A library bigger than any building
By Giles Turnbull
July 31, 2007
An ambitious project to create an online catalogue of every book in every language ever published is underway. Public goodwill is not in doubt, but some libraries remain to be convinced.
A few years ago, the idea of getting random people around the world to write their own encyclopaedia would have been madness – but that didn’t stop the founders of Wikipedia doing just that, and it has turned out to be one of the most successful web projects of recent years.
With that in mind, does it sound mad to want to try and build an online catalogue of every book ever published, anywhere in the world? The Open Library, newly launched in the USA but global in scope, is designed to make that happen. In the words of its creators, the idea is to build a virtual library that stores details of not just “every book on sale, or every important book, or even every book in English; but simply every book.” Which would include The Curious Incident of the Dog in the Night-time, The Koran , the full text of The Adventures of Huckleberry Finn, and of course Harry Potter .
But what’s the Open Library really for? Aaron Swartz, leader of the technical team working on Open Library, suggests that every book ever published needs a single authoritative page on the internet, a bit like a personal homepage. “Right now, if you want to link to a book on the web, the main place people go is Amazon. It’s kind of a bad idea for one commercial site to be the definitive source for book information on the internet, so we want to have a site that brings together information from commercial publishers, reviewers, users, libraries, everywhere. This site will become the place where you can find interesting books and information about them, whether they’re in print, out of print, out of copyright or whatever.”
Such a library has to be virtual. No building would ever be large enough to house all books; no single group or government could afford to build it, or employ the necessary staff. If the Open Library is to succeed, it has to be a virtual space, and open to everyone, Wikipedia-style. “There are tons of books out there and tons of information about those books. There’s no way even a large group of librarians is going to be able to collect it all. We think of it as an analogue to Wikipedia. There are some great encyclopaedias written by small groups of experts, but to get something as wide-ranging and varied as Wikipedia, you need to let everyone in.”
To start things off, the Open Library is calling on other libraries to donate their catalogues. This alone presents huge technical challenges, since the data sets come in different formats and different languages, and each set comes with its own quirks, repetitions and errors. What’s important is keeping the data in a structured form, so that the database working behind the scenes knows the difference between an author, a title and a publisher. “We had to build this new type of wiki software which was an exciting challenge, because you had to set it up so that instead of just having one kind of page people can edit, we have lots of different kinds. People can edit authors, they can edit books, they can edit text pages, and so on. So there’s a lot of new stuff we had to build. And that’s just the infrastructure – there were also lots of things to import, and book data to merge and make searchable.”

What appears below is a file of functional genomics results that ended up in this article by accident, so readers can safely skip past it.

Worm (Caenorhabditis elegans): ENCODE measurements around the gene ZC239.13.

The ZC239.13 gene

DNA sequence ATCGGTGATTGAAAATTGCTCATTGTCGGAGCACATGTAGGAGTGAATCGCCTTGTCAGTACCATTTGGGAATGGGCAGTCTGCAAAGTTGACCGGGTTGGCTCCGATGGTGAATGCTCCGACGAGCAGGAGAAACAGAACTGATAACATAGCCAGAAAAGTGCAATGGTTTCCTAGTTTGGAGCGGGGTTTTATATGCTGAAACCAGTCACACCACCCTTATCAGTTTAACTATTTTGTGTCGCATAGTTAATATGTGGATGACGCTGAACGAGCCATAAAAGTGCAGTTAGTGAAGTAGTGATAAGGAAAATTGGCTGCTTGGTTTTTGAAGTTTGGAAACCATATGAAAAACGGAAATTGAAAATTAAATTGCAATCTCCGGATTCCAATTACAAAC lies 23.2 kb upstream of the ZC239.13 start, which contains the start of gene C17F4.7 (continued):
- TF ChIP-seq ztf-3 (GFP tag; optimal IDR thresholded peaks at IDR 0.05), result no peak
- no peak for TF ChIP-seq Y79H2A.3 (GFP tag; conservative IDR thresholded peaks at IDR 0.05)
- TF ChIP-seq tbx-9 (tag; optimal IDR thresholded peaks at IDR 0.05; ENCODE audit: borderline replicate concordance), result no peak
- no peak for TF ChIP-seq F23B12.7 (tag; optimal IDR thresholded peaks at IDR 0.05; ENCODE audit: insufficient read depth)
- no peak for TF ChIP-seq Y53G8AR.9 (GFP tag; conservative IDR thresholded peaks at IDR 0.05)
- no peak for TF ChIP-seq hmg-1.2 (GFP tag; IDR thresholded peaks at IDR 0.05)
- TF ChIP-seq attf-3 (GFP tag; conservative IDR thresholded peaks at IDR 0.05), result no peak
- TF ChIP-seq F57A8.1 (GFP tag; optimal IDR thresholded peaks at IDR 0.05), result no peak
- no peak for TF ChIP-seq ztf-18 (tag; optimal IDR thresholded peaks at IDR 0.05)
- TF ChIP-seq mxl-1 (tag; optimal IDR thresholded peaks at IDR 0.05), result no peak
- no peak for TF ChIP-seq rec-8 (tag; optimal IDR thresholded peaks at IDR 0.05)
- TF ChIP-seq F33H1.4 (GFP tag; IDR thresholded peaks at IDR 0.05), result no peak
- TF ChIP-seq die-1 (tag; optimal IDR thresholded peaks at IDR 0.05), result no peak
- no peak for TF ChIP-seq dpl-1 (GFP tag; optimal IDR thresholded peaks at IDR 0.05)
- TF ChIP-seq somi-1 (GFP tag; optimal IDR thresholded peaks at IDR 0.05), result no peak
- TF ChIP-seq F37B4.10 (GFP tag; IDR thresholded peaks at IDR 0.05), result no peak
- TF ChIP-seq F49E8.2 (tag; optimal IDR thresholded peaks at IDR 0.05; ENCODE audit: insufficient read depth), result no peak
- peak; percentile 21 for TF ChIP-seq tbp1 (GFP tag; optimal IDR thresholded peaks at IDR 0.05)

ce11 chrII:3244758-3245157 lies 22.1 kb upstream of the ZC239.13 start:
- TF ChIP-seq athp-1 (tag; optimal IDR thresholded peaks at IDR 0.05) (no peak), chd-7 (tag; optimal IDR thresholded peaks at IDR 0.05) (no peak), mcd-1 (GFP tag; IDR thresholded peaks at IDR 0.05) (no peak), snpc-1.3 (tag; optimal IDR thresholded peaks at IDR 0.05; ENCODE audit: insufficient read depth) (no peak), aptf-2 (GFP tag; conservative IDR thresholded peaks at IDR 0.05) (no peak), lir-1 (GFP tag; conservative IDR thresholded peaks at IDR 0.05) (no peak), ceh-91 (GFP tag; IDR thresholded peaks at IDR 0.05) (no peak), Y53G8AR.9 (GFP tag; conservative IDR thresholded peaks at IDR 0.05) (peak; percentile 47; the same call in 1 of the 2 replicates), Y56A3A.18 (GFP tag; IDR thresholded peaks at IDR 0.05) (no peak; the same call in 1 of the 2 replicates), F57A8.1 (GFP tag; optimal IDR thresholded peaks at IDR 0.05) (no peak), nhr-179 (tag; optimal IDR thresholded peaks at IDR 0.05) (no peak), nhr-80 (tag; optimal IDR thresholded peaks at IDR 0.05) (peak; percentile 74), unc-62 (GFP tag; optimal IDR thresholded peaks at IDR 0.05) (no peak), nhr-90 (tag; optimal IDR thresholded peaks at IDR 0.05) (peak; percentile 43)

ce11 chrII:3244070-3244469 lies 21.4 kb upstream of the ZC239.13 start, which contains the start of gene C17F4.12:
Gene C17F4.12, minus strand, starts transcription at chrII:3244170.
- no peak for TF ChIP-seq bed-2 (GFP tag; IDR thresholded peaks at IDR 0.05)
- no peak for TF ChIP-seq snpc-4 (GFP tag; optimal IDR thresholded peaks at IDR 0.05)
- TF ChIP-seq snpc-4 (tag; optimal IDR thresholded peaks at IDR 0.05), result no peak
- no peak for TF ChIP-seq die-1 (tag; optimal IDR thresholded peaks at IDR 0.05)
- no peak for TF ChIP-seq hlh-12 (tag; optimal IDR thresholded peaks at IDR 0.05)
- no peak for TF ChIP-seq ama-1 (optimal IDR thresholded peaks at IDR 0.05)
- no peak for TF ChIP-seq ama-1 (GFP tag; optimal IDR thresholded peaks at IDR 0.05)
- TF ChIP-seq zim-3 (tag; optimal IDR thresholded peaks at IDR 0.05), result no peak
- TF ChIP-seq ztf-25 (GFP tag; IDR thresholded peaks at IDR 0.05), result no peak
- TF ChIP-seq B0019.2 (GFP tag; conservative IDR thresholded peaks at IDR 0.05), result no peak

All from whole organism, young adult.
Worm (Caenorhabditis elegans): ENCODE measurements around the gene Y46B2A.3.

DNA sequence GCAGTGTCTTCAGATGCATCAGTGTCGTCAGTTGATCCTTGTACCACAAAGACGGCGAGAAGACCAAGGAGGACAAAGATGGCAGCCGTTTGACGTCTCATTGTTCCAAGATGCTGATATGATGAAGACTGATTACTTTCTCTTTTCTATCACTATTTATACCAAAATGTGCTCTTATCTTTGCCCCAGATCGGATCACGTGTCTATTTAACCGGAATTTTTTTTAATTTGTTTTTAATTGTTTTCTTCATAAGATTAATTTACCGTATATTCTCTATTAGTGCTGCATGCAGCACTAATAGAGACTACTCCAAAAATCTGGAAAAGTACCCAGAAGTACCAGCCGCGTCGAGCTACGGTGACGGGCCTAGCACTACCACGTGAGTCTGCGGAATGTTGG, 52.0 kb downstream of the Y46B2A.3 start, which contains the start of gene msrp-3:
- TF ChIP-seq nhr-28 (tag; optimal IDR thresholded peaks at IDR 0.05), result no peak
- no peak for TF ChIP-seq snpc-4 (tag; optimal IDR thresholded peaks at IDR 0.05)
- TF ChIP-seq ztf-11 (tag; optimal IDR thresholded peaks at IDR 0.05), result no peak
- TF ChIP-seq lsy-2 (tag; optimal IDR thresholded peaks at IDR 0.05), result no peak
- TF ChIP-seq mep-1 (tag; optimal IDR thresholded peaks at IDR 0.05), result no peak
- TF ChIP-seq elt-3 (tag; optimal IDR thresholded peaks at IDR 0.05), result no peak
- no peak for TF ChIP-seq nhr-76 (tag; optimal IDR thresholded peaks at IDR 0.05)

An Open Library page is meant to be as comprehensive as possible. There are data fields for every possible bit of information that could exist about each published work. If copyright allows, there will a copy of the book to download, or links to copies of it elsewhere (such as the Gutenberg Project to digitise cultural works).
For the time being, funding comes from the Internet Archive, another non-profit project that has the simple aim of keeping copies of the internet for the benefit of generations to come. But in future, the Open Library will depend on donations and taking a cut of any book sales it hands over to the big online booksellers. Income will matter more in the face of commercial competition. The Google Books Library Project, part of the larger Google Book Search service, has broadly similar aims. The Google Book Search Library Project sets out “to work with publishers and libraries to create a comprehensive, searchable, virtual card catalogue of all books in all languages that helps users discover new books and publishers discover new readers.” Naturally, Google has its own commercial interests to protect and invest in. The Open Library’s approach is the opposite, committed as it is to the ultimate in freedom of information acts: not only can anyone browse, search, and read the books in its catalogue–they can re-write the catalogue itself as they go.
But while the rise of Wikipedia proves there is no shortage of enthusiasm among the public to build informative sites for general consumption, not all libraries are signed up to the Open Library ethos, including the British Library.
Stephen Bury, head of European and American Collections at the British Library in London, has some reservations about contributing to the Open Library project.
“In the short term, I don’t think we will send them a copy of our catalogue. We only have limited resources and we need them to concentrate their efforts on our own digitisation projects,” he says. “We have always supported digitisation, and the more the merrier. But there’s some scepticism as to whether one day the Open Library might become a commercial site with adverts and so on.”
Mr Bury was not keen on the idea of allowing ordinary people to edit library catalogues themselves. “I think there’s a need for balance and some degree of control. You might get people maliciously changing things.”
See also: The Open Library